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How to Avoid the FALSE PROMISE of the Madison Avenue Lifestyle
The Madison Ave lifestyle is everywhere we look. You know what I’m talking about…Fast pace… Beautiful homes, beautiful new cars, two new motorcycles in the garage, hot tub by the pool, fancy restaurants every night… Everything you could ever want right there at your beck and call . Advertisers are experts at making our dreams of living like this come true. (The allure of a shiny new car on wet pavement at night certainly sells.) but there’s one group of advertisers who are particularly good at making us believe that the lifestyle of Madison Ave. is attainable for all of us.. credit card companies.
Let’s look at just a few of their ads. There is a major credit card that you all know. Their advertising slogan on TV? “It’s everywhere you want to be!” And it usually shows people traveling the world enjoying all that life (with credit cards) has to offer. What is this company trying to say here? They are trying to make you believe that this credit card will get you anywhere and everywhere you want to go in life.
I just received a pre-approved credit card application in the mail. The headline read “get the credit you deserve!” You feel great, don’t you? …Know that you deserve something. It makes you want to stand up and fight—because it means you’re not getting what you deserve right now. After all, credit is a constitutional right, right?
Here’s an excerpt from another I recently received in the mail. Part of the sales letter stated, “Only a select group of people will ever have a Gold Card. It immediately identifies you as someone special – someone who has earned a higher level of financial freedom (emphasis added) – and someone who expects higher standards. financial flexibility, convenience and service in all your dealings.”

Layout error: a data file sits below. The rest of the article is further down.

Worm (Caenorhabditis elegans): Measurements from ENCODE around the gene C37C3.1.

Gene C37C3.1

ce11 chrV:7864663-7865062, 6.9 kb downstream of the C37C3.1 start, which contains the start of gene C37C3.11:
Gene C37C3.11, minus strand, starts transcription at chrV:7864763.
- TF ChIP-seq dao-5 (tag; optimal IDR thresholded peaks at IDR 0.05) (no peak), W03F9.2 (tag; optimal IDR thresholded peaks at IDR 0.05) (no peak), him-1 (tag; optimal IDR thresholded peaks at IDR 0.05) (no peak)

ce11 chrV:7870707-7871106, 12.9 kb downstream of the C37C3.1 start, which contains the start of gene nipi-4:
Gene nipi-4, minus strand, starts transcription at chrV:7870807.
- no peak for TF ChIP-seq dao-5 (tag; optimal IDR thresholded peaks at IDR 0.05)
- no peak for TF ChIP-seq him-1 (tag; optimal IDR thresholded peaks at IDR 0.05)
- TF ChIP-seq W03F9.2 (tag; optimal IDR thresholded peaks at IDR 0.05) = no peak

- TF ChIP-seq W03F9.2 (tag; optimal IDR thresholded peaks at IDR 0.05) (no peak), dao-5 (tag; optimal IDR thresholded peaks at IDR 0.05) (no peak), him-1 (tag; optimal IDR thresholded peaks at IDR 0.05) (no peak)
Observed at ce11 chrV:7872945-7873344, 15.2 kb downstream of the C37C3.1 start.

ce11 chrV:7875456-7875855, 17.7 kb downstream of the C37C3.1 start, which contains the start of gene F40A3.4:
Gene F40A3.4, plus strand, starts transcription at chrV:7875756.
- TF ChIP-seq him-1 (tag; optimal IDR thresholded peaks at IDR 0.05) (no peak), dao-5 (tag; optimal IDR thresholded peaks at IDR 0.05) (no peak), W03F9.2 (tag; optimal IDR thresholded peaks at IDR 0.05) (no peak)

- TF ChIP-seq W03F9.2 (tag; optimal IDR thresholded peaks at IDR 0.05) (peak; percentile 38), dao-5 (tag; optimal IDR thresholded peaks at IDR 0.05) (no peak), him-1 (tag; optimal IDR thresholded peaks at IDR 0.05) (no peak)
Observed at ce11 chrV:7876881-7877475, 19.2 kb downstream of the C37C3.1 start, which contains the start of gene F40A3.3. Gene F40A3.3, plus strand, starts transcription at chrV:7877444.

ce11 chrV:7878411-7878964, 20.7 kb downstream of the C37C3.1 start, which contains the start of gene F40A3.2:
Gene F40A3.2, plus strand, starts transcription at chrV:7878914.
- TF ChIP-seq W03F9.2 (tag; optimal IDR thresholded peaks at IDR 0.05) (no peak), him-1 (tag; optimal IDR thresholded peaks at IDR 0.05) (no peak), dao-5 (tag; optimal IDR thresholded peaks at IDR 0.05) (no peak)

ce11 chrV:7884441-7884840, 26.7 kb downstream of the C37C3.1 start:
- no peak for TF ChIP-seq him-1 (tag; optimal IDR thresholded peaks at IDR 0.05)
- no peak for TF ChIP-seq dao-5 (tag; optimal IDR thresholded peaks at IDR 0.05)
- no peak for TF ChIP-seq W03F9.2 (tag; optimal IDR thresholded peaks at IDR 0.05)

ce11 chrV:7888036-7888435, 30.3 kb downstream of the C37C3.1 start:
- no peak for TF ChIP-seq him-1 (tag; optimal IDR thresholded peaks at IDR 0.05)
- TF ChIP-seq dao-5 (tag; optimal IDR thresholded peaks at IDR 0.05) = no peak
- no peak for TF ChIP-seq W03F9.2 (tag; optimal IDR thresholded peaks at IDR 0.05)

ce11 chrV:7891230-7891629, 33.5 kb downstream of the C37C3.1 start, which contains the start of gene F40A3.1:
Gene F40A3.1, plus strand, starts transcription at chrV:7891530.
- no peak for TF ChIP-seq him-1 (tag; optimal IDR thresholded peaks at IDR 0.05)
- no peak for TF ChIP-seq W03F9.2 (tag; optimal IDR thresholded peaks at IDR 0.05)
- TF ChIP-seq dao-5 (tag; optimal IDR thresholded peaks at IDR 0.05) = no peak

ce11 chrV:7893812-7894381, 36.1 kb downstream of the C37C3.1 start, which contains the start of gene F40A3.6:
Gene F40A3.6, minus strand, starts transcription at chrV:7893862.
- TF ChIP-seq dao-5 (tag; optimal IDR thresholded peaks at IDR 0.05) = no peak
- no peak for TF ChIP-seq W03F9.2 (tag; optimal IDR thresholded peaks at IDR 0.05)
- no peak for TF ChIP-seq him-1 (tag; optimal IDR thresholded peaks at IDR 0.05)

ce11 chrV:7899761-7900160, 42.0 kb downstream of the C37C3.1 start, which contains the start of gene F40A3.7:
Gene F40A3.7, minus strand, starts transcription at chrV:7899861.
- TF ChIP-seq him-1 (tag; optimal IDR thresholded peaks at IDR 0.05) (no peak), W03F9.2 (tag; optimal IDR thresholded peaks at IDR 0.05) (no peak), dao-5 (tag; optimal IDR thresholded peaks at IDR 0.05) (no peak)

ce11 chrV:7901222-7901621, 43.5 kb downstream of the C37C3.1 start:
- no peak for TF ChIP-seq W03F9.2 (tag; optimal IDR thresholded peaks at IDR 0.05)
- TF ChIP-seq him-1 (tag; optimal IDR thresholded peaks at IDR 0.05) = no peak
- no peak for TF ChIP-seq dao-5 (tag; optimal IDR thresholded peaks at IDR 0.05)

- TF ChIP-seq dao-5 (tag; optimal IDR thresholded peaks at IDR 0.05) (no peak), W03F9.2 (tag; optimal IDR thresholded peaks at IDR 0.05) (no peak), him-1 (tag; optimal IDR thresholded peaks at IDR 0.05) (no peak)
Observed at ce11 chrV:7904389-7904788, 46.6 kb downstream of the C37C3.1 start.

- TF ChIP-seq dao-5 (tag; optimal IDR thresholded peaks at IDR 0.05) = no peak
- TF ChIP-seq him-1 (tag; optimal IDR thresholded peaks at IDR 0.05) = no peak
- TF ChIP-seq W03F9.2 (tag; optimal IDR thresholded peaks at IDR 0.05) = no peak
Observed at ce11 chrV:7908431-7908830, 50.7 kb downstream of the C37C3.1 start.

Sounds great, right? Especially the part about financial freedom. After all, isn’t financial freedom what we all desire?
All of these advertising campaigns are based on a single premise: “You can achieve a better lifestyle by using credit than by spending cash.”
Here’s the problem…. This assumption is a lie!
Here’s the reality: you can live better for a few years if you use credit, but then you’ll spend the rest of your life below your means trying to pay it all off. It’s all an illusion.
Credit makes you believe that you are doing well (or at least doing pretty well) because you have all this “stuff”. But here are the facts: if you make a $2,000 credit card purchase at 19.8% and only make the minimum payments, it will take you 31 years to pay it off and you’ll pay $8,202 in interest! This means that using credit you will pay five times as much as if you used cash.
Go ahead. Buy all the nice things on credit and I’ll only use cash. Let’s see what happens. At first you will have a nice car or two, a nice boat, nice furniture and a great stereo, etc. And I will drive older cars. I will have “early American garage sale” furniture and clothing. And I’m probably going to be poor for that bike I’d really like to have because I don’t have the cash to buy it.
By all accounts, it will appear that you are much more successful than I am…At first. But what is really going on here? In a few years I will not only catch up with you, but pass you and leave you in the dust financially. This is because when you paid $10,000 for a $2,000 purchase with your credit card, I saved until I had $2,000 to pay in cash. Then I could have invested the extra $8,000 that you spent in interest. You had compound interest working against you, but I had compound interest working for me! (And that’s where you want to be!)
in ten or twenty years you’ll be up to your earlobes in debt and still trying to live the illusory Madison Ave lifestyle. But I’ll be driving 4 or 5 year old cars instead of new while quietly watching my investment portfolio grow into the millions – literally!